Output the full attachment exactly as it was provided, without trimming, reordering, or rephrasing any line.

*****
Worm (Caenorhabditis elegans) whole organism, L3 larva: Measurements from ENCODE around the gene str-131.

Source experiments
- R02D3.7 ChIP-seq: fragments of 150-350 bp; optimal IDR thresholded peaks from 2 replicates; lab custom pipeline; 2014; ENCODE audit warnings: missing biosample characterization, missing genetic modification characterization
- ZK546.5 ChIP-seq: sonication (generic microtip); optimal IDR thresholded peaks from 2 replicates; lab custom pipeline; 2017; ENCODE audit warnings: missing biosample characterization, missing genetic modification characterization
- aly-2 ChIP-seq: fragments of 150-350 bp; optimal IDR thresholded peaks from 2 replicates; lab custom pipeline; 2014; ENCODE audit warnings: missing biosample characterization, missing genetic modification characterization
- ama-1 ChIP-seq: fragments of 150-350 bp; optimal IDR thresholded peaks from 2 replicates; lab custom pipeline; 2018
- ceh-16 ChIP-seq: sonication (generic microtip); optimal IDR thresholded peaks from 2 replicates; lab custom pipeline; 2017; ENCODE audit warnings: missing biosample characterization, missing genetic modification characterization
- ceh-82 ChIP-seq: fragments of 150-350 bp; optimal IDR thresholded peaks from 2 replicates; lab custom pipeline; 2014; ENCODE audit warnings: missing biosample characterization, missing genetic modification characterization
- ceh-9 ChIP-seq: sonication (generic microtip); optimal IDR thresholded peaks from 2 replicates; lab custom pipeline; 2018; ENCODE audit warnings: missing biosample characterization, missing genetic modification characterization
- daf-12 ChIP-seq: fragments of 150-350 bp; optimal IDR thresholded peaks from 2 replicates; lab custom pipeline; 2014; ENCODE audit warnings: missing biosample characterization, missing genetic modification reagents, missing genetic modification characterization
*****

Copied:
Worm (Caenorhabditis elegans) whole organism, L3 larva: Measurements from ENCODE around the gene str-131.

Source experiments
- R02D3.7 ChIP-seq: fragments of 150-350 bp; optimal IDR thresholded peaks from 2 replicates; lab custom pipeline; 2014; ENCODE audit warnings: missing biosample characterization, missing genetic modification characterization
- ZK546.5 ChIP-seq: sonication (generic microtip); optimal IDR thresholded peaks from 2 replicates; lab custom pipeline; 2017; ENCODE audit warnings: missing biosample characterization, missing genetic modification characterization
- aly-2 ChIP-seq: fragments of 150-350 bp; optimal IDR thresholded peaks from 2 replicates; lab custom pipeline; 2014; ENCODE audit warnings: missing biosample characterization, missing genetic modification characterization
- ama-1 ChIP-seq: fragments of 150-350 bp; optimal IDR thresholded peaks from 2 replicates; lab custom pipeline; 2018
- ceh-16 ChIP-seq: sonication (generic microtip); optimal IDR thresholded peaks from 2 replicates; lab custom pipeline; 2017; ENCODE audit warnings: missing biosample characterization, missing genetic modification characterization
- ceh-82 ChIP-seq: fragments of 150-350 bp; optimal IDR thresholded peaks from 2 replicates; lab custom pipeline; 2014; ENCODE audit warnings: missing biosample characterization, missing genetic modification characterization
- ceh-9 ChIP-seq: sonication (generic microtip); optimal IDR thresholded peaks from 2 replicates; lab custom pipeline; 2018; ENCODE audit warnings: missing biosample characterization, missing genetic modification characterization
- daf-12 ChIP-seq: fragments of 150-350 bp; optimal IDR thresholded peaks from 2 replicates; lab custom pipeline; 2014; ENCODE audit warnings: missing biosample characterization, missing genetic modification reagents, missing genetic modification characterization